While some people have started to count down the number of shopping days left until Christmas, gadget fans are counting down the days until the annual Pocket-lint Gadget Awards. We'll be announcing the nominations next week, so you'll be able to see which products made the cut.

As always, we want your help with drawing up the all-important nomination list. If your mind has gone blank, then don't worry as we've poured through the Pocket-lint review vaults to highlight some of the best products we've seen over the last year. Now, it's up to you to let us know which ones you'd like to see nominated in the comments box below.

Trawling the archives it soon became fairly obvious that while most handsets on our shortlist are of the smartphone variety, there has been a distinct lack of high-scoring feature phones. Many of these non-smartphones gained relatively respectable scores, but they just couldn't compete against the latest from gems like HTC and Apple. And so to the first sub-category - Android phones.

If you haven't heard of Google's operating system then you must have been living in a cave, as 2010 has seen the shops packed to the rafters with an ever-expanding selection of Android phones. While the HTC was one of the big mobile phone success stories of 2009, this year saw the introduction of a new flagship model - the HTC Desire, while the Hero was superseded by the Legend. One of HTC's newest handsets, the Desire HD, adds high-def video capture to the equation.

Samsung also pleased Android fans by bringing the Galaxy S to market, complete with a whopping 4-inch AMOLED screen. Coming in just at the end of last year, the impressive Motorola Milestone is also a strong contender for our shortlist as is the game-changing Google Nexus One.

Although they didn't score quite as highly as the phones already mentioned, the following Android handsets are certainly worth considering as well: Acer Liquid S100, Huawei Ideos, Motorola Milestone XT720, LG GW620 InTouch Max, Droid X by Motorola and the tablet-like Dell Streak.

Along with the Android onslaught, 2010 also saw Microsoft trying to re-assert itself in the mobile sector with the introduction of its Windows Phone 7 OS, which launched to much fanfare in October. Windows Mobile fell from grace when it failed to evolve and develop, but its clear that Microsoft has really put the hours in on its new offering.

The first wave of handsets are slowly rolling out, and mighty impressive they are too. Widely thought of as the leader of the Windows Phone 7 pack, the HTC HD7 has a gigantic 4.3-inch display, while the LG Optimus 7 set out its stall with the inclusion of DLNA and the Samsung Omnia 7 has marked itself out with its use of an AMOLED screen. Maybe looking to carve out a niche as the key name in the Windows Phone 7 camp, as it has with Android, HTC has also introduced the Mozart and the Trophy.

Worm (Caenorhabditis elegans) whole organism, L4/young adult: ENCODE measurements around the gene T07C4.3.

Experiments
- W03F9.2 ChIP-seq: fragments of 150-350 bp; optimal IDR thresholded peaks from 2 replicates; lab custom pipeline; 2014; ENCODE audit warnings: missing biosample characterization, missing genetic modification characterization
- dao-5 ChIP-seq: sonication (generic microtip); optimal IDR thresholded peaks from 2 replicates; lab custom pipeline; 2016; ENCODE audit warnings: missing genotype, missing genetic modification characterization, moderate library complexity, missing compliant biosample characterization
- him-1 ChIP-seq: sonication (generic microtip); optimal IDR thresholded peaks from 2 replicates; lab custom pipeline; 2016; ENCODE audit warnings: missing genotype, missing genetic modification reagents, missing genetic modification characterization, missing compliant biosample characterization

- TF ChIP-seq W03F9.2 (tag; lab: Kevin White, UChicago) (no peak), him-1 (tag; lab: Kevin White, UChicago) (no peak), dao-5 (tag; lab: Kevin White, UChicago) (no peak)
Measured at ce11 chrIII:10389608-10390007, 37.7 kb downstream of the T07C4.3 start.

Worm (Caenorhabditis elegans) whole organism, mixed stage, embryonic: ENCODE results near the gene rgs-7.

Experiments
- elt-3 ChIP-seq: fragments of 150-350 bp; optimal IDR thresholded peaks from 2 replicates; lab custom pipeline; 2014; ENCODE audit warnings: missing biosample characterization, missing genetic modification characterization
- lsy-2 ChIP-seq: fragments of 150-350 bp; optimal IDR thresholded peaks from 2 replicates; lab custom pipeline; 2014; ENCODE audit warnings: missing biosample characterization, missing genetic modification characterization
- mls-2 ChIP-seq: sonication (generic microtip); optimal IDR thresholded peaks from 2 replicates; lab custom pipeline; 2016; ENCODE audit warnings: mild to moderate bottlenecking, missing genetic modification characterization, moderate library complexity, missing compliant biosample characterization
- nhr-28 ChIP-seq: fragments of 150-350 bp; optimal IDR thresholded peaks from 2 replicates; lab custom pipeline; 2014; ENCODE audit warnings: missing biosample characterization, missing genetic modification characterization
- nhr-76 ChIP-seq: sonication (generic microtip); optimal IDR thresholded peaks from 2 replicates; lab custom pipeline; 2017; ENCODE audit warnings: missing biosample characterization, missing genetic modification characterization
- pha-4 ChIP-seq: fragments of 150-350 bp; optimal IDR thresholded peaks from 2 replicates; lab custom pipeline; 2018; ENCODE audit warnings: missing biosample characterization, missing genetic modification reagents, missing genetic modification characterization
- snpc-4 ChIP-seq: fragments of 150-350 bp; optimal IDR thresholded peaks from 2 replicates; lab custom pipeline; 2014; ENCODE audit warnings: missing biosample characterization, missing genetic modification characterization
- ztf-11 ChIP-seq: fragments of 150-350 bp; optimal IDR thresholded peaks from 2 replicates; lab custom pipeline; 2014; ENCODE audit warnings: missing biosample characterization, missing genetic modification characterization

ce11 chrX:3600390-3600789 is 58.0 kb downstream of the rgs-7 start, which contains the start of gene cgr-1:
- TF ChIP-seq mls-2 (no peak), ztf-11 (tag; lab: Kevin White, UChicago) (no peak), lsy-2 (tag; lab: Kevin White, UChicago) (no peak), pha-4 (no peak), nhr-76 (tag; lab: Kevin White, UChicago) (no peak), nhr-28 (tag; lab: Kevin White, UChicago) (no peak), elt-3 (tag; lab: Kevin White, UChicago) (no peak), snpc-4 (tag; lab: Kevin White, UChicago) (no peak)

No phone has ever been as highly anticipated as Apple's update to its popular 3GS - the iPhone 4. Despite a few teething troubles to do with reception problems, the device has set the standard that all other phones must try and compete with.

BlackBerry has had a big year in 2010, especially with the news of its own PlayBook tablet. We've seen several new handsets hit the market over the last year, although only the BlackBerry Pearl 3G 9105 garnered a high score, and the BlackBerry Bold 9700 was included in last year's awards, making the deadline by the skin of its teeth.

Nokia's Symbian OS has been on the decline for years, thanks to stiff competition from the likes of iOS and Android. However, the brand is starting to make in-roads again and the Nokia E72 impressed us with its connectivity while the Nokia N900, with its large, slide-out QWERTY keyboard and Maemo 5 OS, is more of a tiny netbook than a phone. We're also looking forward to taking a good look at the N8, which is among Nokia's new wave of handsets, which really needs to impress everyone to put the brand back on the map again.

As well as the big boys, we also saw some good performers sporting other forms of OS such as Samsung's Bada-based Wave GT-S8500 and LG's A-Class GD510 Pop. There were also various other decent handsets released in 2010, such as the Palm Pre Plus, but these didn't quite earn enough marks to make it into our highlights roundup.

Apple's iOS aside, it's rather telling that all of the smaller forms of OS only have one handset in our roundup. With the dominance of Apple's OS, the continuing Android invasion and now the arrival of Windows Phone 7, could this spell the end for some of the smaller players?

These are just some of the fantastic choices we've had in 2010. What would you like to see held aloft as the winner of Pocket-lint Best Best Mobile Phone 2010? What have we missed out? Which are your unsung heroes and, of those we've already mentioned, which would get your vote? Let us know in the comments below and you can help our panel decide which make the shortlist of nominees to be announced here on Pocket-lint on 8 November.